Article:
- Jenny O'Connor, 'Quentin Tarantino: Gilles Deleuze's Cinematic "Falsifier"', rhizaomes 16, Summer 2008
- Tom O’Connor, ‘Uncontrollably Herself’: Deleuze’s Becoming-woman in the Horror Films of Michael Almereyda', Horror Studies, 1:1, 2010
- Edward R. O'Neill, 'Apprehending Deleuze Apprehending Cinema [on Der Film bei Deleuze/Le cinema selon Deleuze, edited by Fahle & Engell], Film-Philosophy, Vol. 2, No. 2, January 1998
- Susan Pelle and Catherine Fox, 'Queering Desire/Querying Consumption: Rereading Visual Images of ‘Lesbian' Desire in Lisa Cholodenko’s High Art',thirdspace 6/1, 2006
- Claire Perkins, 'Becoming-democratic: Donnie Darko and other Recent Suburban Utopias', rhizomes 16, Summer 2008
- Claire Perkins, 'Cinephilia and Monstrosity: The Problem of Cinema in Deleuze's Cinema Books', Senses of Cinema, No. 8, 2000
- Patricia Pisters, 'From Mouse to Mouse: Overcoming Information', Enculturation, Vol. 2, No. 1, Fall 1998
- Richard I. Pope, 'In Kubrick's Crypt, a Derrida/Deleuze Monster; or, An-Other Return to 2001', Film-Philosopy, Vol. 7 No. 22, August 2003
- Jason Kelly Roberts, 'Review of The Virtual Life of Film by D.N. Rodowick [London: Harvard University Press, 2007]', Scope, Issue 13, February 2009
- D.N. Rodowick, 'Unthinkable Sex: Conceptual Personae and the Time-Image,' (In)Visible Culture 3 (2000)
- D.N. Rodowick, Webcast: from “Immanent Choreographies: Deleuze and Neo-Aesthetics,” Tate Modern, London, England, 21-22 September 2001
- Ilaria Serra, 'The Female Spectator’s Laughter: Anti- Oedipus to Free Female Spectatorship', Deleuze and Feminism special issue, edited by Claire Claire Colebrook, firstname.lastname@example.org, no.8, 2003 (scroll down pdf to p. 100)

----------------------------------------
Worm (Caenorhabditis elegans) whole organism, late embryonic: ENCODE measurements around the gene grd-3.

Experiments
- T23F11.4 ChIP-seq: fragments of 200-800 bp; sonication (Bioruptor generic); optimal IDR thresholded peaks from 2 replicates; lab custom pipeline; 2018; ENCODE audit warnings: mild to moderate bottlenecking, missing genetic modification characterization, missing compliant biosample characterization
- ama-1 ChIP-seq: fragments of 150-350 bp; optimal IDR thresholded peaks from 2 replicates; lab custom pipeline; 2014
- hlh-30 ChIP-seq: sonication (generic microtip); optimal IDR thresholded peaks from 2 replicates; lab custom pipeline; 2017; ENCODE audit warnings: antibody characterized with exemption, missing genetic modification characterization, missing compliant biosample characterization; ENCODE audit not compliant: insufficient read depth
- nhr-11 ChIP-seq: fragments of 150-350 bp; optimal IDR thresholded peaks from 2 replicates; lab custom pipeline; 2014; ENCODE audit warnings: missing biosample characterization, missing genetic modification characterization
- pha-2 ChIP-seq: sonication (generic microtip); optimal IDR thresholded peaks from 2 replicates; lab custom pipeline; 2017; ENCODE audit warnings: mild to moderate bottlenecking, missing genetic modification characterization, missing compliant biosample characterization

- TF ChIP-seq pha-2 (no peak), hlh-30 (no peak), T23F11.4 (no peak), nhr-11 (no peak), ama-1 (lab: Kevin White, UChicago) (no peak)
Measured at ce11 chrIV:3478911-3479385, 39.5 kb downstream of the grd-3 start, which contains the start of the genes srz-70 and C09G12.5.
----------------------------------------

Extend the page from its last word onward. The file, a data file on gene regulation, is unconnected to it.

- Steven Shaviro, 'The Cinematic Body Redux', originally published in Parallax 14:1 (February 2008), 48-54, The Pinocchio Theory
- Steven Shaviro, 'Emotion Capture: Affect in Digital Film', Projections, Volume 1, Issue 2, Winter 2007: 63-82
- Steven Shaviro , 'The “Wrenching Duality” of Aesthetics: Kant, Deleuze, and the “Theory of the Sensible”', The Pinocchio Theory, November 10, 2007
- Robert Sinnerbrink, 'Time, Affect, and the Brain: Deleuze’s Cinematic Aesthetics', Film-Philosophy, 12:1, 2008
- Melanie Swalwell, 'The Senses and Memory in Intercultural Cinema [on Laura U. Marks's The Skin of the Film]', Film-Philosophy, Vol. 6, No. 32, 2002
- Michael Angelo Tata, 'Warholian Machinehood II: World Text as External Time Consciousness', rhizomes 16, Summer 2008
- Donato Totaro, 'Gilles Deleuze's Bergsonian film Project: Part 1: Cinema 1: The Movement-Image', Offscreen Journal, March 31, 1999
- Donato Totaro, 'Gilles Deleuze's Bergsonian Film Project: Part 2: Cinema 2: The Time-Image', Offscreen Journal, March 31, 1999
- David Vilaseca, 'Deleuze and the Barcelona School: Time in Vicente Aranda's Fata Morgana (1965), in Cristina Sánchez-Conejero, ed., Spanishness in the Spanish Novel and Film of the 20th Century. Cambridge: Cambridge Scholars Publishing, 2008; pp.21-32 (Two page excerpt - scroll down in pdf)
- David Vilaseca, 'How Does One Escape One’s Own Simulacrum? Subjectivity and the Asceticism of Being in Terenci Moix’s Autobiography', Hispanic Review (spring 2008)
- Edward Willatt, 'Review: Eyal Peretz (2007) Becoming Visionary: Brian De Palma’s Cinematic Education of the Senses. Stanford University Press: Palo Alto, CA', Film-Philosophy, 12:1, 2008
- James Williams, The Transversal Thought of Gilles Deleuze: Encounters and Influences, 2005 (large pdf)
- Nina Zimnik, 'What Will This Century Be Known As? Deleuze and Resistance for Theory on 'A Deleuzian Century?', special issue of theSouth Atlantic Quarterly, Film-Philosophy, No. 16, June 1998